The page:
|Zhang Quan, an NPC deputy and director of the Shanghai Environmental Protection Bureau|
Shanghai is likely to become the first city nationwide to pilot PM2.5 forecasts in 2013, as national legislators submitted proposals to address thorny environmental issues.
"We will try to report PM2.5 data one day in advance by the end of this year. The date will eventually be lengthened to two days," said Zhang Quan, an NPC deputy and director of the Shanghai Environmental Protection Bureau.
He suggested that "ecological civilization" be written into the Constitution so environmental issues will be legally defined as a national priority.
PM2.5, or hazardous particulate matter of 2.5 micrometers in diameter or less that can penetrate the lungs, are closely linked to a number of significant health effects.
Environmental agencies currently report the air pollution figure in the latter half of the day. But delayed reports fail to send an early warning to alert sensitive populations, including people with heart or lung disease, children and older adults, said Zhang.
As a result, Shanghai is committed to revamping the monitoring system so that pollutants can be announced before people leave their houses, he said.
Zhang revealed that part of the efforts include introducing measurement equipment for PM1.0, which is an even stricter gauge to track air quality. But such facilities would gather information only for scientific research at this stage, rather than for public release.
On March 1, the city's air quality index reporting system was upgraded to provide real-time information to the public.
Under the new system, should a sudden air quality change occur, an immediate and specific description will be provided to the public via the website of the Shanghai Environmental Monitoring Center, the micro blog of the Shanghai Environmental Protection Bureau as well as applications installed on mobile devices.
The new round of the environment protection plan in Shanghai emphasizes the promotion of a circular economy and a low-carbon economy, with automobile emission control being the first priority, he added.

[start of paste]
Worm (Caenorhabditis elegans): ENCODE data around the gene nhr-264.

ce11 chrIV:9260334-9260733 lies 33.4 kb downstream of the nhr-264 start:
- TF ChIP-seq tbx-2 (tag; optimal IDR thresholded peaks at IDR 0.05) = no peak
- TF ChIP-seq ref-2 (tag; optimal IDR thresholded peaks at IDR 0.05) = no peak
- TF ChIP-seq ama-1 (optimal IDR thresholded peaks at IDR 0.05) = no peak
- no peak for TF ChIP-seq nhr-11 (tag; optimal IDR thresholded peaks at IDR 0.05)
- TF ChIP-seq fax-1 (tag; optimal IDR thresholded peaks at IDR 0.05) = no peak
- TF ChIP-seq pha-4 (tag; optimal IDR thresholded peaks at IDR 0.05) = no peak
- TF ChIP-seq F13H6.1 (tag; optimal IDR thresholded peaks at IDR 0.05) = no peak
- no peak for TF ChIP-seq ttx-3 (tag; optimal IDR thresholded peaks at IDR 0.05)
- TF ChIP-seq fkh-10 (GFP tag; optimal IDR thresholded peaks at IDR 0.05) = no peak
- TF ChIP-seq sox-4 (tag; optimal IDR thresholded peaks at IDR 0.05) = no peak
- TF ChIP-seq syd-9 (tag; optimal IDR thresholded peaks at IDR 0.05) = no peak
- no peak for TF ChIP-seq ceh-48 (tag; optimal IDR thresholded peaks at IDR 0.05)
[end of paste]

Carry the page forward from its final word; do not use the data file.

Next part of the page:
Apart from such endeavors, Zhang also called for the amendment to the Law on the Prevention and Control of Atmospheric Pollution, which lacks guidance on regional efforts to combat air pollution.
He proposed setting up a regional coordination mechanism to tackle the issue under the leadership of the State Council. A management committee would be co-established by the National Development and Reform Commission, the Ministry of Environmental Protection, the Ministry of Industry and Information Technology, as well as provincial and municipal governments.
Zhang suggests the committee map out the macro policies while cross-regional organs draft specific plans to address emergency air pollution issues.
"For instance, even if each single plant has met the anti-pollution standard, overall pollution may still be shocking if 100 similar plants are set up in the same region at the same time," he said.
Zhu Zhiwen, Party chief of Fudan University and a lawmaker from Shanghai, also believed the amendment will be a reasonable and necessary step to consolidate environmental protection measures on a national scale.
"The law was last updated in 2000. Major pollution events in recent years have severely compounded the situation, which propelled us to seek stricter standards to monitor the pollutants," he said.
A region can never enjoy superior air quality if there is lack of coordination nationwide, said Feng Jun, another deputy and general manager of Shanghai Municipal Electric Power Co.